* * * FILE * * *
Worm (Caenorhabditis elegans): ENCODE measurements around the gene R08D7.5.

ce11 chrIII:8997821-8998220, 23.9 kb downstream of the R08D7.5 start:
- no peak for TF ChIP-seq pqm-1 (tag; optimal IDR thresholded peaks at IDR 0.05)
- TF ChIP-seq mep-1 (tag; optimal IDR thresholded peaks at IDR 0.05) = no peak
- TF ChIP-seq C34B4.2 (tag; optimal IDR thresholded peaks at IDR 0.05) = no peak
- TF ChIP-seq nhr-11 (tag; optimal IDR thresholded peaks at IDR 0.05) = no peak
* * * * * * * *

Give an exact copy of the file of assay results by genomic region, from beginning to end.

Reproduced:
Worm (Caenorhabditis elegans): ENCODE measurements around the gene R08D7.5.

ce11 chrIII:8997821-8998220, 23.9 kb downstream of the R08D7.5 start:
- no peak for TF ChIP-seq pqm-1 (tag; optimal IDR thresholded peaks at IDR 0.05)
- TF ChIP-seq mep-1 (tag; optimal IDR thresholded peaks at IDR 0.05) = no peak
- TF ChIP-seq C34B4.2 (tag; optimal IDR thresholded peaks at IDR 0.05) = no peak
- TF ChIP-seq nhr-11 (tag; optimal IDR thresholded peaks at IDR 0.05) = no peak